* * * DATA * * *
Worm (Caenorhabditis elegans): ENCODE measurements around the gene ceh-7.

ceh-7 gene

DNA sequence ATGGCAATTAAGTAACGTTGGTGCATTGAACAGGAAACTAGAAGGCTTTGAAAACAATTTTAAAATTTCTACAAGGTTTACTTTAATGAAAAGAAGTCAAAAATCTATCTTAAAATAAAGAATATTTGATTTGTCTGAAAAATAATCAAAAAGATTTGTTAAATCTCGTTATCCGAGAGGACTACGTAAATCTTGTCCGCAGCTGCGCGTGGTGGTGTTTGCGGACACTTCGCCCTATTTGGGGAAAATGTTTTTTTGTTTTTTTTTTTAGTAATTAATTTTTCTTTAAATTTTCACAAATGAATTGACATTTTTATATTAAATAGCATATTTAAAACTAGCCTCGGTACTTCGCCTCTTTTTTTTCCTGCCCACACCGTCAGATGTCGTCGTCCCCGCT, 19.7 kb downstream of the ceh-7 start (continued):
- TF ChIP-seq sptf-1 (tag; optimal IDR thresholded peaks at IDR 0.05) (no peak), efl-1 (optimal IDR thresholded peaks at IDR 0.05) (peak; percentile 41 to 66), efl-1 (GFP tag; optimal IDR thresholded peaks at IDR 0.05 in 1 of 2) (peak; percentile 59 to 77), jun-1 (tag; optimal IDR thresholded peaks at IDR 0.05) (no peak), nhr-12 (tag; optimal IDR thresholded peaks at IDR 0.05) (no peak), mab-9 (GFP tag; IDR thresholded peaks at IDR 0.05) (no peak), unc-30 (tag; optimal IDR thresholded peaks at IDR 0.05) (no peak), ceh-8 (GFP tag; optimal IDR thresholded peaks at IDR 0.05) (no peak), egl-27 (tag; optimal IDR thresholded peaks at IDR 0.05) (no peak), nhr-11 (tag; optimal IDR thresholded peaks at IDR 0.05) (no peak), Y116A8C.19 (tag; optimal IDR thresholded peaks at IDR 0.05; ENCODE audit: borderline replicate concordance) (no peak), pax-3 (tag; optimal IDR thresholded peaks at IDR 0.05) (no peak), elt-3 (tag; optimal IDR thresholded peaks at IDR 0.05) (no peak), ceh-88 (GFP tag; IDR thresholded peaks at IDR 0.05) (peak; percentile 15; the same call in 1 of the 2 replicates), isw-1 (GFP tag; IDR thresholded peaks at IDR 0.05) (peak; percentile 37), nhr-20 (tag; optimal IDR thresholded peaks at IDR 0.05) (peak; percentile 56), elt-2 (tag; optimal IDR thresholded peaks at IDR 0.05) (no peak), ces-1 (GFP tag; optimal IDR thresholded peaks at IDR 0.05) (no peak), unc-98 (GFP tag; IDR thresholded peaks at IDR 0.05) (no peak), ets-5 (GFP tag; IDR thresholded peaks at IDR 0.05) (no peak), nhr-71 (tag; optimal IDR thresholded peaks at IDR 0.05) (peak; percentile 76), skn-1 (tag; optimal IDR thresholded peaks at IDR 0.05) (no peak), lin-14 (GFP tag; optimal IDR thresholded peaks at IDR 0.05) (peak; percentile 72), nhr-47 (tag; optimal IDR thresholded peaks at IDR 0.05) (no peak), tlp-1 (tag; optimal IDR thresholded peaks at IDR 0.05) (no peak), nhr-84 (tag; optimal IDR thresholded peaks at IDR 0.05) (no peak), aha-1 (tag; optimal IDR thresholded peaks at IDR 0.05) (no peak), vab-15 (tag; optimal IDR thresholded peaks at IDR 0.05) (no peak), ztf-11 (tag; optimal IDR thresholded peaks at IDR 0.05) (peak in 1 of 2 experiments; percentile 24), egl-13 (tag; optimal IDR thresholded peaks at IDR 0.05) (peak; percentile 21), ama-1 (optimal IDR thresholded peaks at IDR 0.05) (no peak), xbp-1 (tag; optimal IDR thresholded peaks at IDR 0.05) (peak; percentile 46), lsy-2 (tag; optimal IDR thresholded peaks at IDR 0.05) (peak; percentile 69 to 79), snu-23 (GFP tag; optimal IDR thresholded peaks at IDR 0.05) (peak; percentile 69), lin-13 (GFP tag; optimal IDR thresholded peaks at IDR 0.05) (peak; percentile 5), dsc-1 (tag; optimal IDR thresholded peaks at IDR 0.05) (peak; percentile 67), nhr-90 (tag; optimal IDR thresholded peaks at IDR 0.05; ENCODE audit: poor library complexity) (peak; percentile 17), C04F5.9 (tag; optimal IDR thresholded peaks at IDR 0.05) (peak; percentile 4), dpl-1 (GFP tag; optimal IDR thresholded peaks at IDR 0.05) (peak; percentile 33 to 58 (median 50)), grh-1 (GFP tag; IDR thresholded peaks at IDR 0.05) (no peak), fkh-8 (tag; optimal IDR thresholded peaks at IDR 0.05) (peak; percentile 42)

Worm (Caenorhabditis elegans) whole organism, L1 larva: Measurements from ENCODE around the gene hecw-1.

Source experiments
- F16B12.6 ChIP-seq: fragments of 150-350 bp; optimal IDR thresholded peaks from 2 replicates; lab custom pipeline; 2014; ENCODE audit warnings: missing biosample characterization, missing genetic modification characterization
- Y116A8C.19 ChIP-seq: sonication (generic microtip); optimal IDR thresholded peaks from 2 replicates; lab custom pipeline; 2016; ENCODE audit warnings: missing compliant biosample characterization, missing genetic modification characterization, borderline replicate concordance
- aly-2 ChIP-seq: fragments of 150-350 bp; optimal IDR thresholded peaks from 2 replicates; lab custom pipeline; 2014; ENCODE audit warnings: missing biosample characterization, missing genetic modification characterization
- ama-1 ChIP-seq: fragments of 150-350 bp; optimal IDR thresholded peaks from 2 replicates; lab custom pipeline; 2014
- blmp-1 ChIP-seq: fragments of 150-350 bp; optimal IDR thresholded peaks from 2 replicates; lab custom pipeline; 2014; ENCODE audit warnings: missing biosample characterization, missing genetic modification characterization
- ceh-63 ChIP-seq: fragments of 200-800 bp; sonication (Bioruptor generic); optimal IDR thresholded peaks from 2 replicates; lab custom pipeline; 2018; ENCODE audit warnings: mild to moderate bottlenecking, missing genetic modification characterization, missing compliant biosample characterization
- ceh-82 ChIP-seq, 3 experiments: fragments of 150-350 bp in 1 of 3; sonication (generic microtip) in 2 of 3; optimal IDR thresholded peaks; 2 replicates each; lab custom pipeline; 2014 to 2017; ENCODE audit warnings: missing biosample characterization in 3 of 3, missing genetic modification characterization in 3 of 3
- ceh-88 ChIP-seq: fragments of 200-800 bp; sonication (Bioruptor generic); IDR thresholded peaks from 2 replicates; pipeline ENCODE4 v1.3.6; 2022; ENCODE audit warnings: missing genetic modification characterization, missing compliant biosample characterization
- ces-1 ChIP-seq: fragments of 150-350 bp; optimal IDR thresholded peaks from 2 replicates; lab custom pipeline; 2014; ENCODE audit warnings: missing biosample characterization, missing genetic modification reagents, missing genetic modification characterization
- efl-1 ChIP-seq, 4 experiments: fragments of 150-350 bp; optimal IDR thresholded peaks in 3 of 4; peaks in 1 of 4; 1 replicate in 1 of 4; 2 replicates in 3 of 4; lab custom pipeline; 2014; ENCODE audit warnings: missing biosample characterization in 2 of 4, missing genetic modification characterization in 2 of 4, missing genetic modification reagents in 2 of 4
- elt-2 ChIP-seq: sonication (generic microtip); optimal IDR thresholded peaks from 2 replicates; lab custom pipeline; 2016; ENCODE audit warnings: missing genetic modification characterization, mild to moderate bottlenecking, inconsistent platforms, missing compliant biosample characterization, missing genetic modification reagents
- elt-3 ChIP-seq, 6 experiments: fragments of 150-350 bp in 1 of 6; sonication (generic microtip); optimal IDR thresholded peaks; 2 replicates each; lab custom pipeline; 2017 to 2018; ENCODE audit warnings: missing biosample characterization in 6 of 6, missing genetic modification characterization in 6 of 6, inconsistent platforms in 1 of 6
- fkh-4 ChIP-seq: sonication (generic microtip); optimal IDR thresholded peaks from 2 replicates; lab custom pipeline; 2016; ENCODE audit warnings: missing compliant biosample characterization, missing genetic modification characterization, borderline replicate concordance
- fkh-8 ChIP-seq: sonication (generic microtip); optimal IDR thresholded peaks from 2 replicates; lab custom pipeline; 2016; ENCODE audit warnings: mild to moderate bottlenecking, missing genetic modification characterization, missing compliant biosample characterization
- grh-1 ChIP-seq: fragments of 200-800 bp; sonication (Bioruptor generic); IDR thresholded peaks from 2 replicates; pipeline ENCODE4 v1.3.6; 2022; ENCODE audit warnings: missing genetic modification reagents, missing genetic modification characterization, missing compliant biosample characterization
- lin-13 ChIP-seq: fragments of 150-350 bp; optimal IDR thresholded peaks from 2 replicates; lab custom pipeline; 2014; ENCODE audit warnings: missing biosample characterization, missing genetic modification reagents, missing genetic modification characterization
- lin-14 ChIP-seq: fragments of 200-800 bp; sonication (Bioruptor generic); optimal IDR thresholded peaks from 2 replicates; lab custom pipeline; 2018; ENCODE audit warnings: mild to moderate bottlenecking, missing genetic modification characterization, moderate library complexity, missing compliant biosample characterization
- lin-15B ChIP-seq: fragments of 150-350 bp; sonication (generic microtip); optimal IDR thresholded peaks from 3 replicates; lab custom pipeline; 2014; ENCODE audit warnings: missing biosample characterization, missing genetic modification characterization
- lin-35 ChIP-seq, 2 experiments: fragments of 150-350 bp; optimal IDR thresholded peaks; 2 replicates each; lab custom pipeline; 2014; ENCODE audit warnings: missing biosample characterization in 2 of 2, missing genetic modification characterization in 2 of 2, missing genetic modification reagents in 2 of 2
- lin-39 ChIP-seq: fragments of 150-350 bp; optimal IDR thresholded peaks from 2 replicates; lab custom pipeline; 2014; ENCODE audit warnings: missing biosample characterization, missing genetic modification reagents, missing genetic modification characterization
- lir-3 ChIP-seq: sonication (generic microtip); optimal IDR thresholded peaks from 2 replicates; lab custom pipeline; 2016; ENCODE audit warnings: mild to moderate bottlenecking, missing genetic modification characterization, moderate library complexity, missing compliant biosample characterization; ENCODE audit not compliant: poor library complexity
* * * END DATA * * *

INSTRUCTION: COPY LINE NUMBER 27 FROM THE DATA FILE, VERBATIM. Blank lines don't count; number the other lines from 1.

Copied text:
- lir-3 ChIP-seq: sonication (generic microtip); optimal IDR thresholded peaks from 2 replicates; lab custom pipeline; 2016; ENCODE audit warnings: mild to moderate bottlenecking, missing genetic modification characterization, moderate library complexity, missing compliant biosample characterization; ENCODE audit not compliant: poor library complexity